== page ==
Having a good sense of controls efficiency is the most important aspect of cyber security. To ensure your security controls work, you need to test their design and effectiveness. Types of security testing vary, and none of them can fully answer whether an organization or system is completely secure. However, each has its beneficial outcomes and contributes to the specific security objectives.

Cybersecurity audit assures the organization’s compliance with a security standard, framework, or regulation. Cyber security assessment validates if the organization has robust information security controls arranged in a coherent Information Security Management System. Penetration testing demonstrates how the business could withstand potential cyber-attacks and indicates the gaps in the organization’s cybersecurity. Red-teaming exercises continuously teach the blue team various types of cyber-attacks and how to recognize them.

Security of the organization’s infrastructure, software, and customers and compliance with external requirements and regulations are all valid security objectives. Each security testing technique has its area of application and valuable results. To better understand how they can help you improve your security posture, we have outlined their fundamental properties in the table below.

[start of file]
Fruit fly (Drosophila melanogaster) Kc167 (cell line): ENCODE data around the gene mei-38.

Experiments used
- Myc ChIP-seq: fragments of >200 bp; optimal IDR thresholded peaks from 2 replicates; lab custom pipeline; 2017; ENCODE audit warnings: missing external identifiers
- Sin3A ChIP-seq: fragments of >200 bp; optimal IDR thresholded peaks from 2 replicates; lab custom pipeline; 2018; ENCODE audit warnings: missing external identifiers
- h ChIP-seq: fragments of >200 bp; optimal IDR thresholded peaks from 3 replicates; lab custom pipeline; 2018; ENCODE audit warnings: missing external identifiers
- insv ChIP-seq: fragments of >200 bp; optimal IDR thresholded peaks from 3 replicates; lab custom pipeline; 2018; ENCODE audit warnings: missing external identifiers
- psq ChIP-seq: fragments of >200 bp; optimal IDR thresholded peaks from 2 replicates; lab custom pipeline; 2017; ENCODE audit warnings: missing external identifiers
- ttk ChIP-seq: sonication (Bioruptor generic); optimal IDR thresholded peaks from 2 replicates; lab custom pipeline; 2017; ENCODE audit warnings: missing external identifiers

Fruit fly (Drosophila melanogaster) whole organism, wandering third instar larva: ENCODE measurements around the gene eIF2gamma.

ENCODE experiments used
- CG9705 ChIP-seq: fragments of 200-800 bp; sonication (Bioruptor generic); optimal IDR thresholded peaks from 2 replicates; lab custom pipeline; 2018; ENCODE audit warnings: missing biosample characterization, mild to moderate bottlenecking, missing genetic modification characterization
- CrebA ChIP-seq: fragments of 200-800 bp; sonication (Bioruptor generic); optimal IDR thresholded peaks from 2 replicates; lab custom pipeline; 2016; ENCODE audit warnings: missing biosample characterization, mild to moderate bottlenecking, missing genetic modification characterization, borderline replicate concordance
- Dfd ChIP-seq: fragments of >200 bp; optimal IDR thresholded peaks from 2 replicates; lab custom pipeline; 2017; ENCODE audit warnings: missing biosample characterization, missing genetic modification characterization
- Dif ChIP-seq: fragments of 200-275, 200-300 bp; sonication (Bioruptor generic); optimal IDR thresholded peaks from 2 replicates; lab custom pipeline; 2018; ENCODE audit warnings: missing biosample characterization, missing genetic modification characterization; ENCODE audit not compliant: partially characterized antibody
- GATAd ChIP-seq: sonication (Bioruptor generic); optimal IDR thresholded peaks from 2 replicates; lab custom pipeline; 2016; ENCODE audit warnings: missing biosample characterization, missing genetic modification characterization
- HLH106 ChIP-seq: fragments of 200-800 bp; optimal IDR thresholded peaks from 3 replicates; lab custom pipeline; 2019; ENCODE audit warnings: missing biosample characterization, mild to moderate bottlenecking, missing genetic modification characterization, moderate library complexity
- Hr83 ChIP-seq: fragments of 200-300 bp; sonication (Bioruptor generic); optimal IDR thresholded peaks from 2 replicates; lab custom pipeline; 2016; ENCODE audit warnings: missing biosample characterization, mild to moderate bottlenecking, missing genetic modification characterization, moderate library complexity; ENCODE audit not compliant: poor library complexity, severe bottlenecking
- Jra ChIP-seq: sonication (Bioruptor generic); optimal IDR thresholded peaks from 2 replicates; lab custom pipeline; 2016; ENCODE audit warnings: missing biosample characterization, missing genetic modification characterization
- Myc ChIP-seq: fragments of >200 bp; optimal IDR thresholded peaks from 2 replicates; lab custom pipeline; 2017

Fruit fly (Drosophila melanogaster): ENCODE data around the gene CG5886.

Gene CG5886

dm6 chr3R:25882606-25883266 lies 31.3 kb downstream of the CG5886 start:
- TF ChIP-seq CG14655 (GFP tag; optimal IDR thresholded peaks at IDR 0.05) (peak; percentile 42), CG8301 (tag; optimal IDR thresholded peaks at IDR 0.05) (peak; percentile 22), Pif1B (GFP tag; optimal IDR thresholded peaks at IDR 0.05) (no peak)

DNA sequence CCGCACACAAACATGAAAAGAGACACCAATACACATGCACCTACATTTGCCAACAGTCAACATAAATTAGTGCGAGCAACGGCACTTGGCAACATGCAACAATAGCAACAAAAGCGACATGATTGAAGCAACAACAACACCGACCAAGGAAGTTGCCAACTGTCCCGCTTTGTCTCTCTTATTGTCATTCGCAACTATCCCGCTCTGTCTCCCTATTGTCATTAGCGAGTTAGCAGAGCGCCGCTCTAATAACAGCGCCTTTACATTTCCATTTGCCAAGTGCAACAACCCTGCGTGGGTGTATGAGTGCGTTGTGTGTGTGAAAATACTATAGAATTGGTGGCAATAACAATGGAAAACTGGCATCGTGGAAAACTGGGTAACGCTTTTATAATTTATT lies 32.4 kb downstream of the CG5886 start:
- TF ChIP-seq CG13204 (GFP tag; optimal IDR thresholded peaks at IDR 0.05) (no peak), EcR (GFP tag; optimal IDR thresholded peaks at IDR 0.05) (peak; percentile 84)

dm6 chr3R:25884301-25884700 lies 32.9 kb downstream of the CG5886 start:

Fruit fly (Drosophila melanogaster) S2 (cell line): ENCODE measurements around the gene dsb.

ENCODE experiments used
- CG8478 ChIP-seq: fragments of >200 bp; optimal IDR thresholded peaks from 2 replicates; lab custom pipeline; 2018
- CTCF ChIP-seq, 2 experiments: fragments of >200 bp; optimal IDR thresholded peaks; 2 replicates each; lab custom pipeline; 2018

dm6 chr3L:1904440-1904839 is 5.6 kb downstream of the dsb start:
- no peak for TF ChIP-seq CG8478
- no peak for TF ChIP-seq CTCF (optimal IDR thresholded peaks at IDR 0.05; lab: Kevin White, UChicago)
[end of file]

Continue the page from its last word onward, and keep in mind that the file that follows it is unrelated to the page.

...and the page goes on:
Timeframe vs. InteractionDirect
access to scope and evidence
data and evidence are requested
ad-hoc or regular, a snapshot in time
– measures scope security at a given moment
– testers get data and evidence directly
– the report provides actionable recommendations
– measures scope security at a given moment
– testers request, observe, and process input data and evidence
– the report provides actionable recommendations
over a period or as an ongoing program
– measures scope resilience to long-term threats
– testers directly interact with the assets in scope and the blue team
– reporting may be on-the-go without summary documentation
– measures control design and effectiveness over time
– testers request, observe, and process input data and evidence
– the report sets objectives but omits actionable recommendations
BSG’s attempt to put our cyber security services in a matrix.

We hope this post will help you better navigate the security services your organization needs or could benefit from, and we at BSG are here to help. Stay safe and take care.